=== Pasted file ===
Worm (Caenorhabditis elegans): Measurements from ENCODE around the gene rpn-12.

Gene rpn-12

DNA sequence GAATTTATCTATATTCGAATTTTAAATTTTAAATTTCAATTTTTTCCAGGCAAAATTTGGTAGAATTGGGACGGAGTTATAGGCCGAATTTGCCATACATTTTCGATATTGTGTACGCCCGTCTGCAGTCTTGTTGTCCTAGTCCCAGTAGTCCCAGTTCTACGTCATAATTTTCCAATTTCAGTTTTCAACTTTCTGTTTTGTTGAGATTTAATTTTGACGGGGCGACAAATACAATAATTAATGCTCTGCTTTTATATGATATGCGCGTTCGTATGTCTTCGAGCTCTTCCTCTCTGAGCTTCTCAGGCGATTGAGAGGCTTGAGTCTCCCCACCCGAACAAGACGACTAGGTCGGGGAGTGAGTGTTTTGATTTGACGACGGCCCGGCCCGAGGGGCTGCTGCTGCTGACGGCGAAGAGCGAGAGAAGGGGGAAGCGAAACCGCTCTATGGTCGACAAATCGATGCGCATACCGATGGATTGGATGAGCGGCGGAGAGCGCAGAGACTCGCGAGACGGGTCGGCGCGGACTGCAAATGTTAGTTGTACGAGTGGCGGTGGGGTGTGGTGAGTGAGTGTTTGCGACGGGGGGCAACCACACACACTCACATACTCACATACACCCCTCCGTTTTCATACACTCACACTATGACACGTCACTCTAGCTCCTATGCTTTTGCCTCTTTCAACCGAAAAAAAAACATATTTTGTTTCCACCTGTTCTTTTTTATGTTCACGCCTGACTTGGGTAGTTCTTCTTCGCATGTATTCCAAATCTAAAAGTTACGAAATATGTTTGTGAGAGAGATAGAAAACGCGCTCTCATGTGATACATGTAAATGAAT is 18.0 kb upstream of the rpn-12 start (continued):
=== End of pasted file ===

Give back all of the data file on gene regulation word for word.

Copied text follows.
Worm (Caenorhabditis elegans): Measurements from ENCODE around the gene rpn-12.

Gene rpn-12

DNA sequence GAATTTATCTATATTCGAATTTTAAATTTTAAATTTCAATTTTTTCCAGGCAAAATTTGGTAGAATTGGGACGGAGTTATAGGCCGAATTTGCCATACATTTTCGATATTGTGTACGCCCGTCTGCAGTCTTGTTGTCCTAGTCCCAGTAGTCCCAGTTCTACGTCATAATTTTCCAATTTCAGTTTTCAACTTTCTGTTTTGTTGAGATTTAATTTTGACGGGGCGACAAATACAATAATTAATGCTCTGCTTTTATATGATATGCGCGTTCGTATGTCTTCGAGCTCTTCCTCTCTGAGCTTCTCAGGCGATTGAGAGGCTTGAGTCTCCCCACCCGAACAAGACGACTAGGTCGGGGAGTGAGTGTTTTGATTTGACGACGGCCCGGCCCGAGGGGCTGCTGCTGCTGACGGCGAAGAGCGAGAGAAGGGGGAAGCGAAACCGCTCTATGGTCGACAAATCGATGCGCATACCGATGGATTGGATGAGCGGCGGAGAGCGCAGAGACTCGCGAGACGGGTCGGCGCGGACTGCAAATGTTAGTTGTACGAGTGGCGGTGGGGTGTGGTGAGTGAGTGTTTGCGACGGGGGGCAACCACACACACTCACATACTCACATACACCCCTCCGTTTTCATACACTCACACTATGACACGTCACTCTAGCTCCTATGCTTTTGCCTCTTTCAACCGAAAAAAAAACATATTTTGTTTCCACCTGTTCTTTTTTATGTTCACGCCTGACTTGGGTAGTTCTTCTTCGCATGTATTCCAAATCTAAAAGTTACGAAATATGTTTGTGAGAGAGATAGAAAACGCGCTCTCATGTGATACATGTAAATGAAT is 18.0 kb upstream of the rpn-12 start (continued):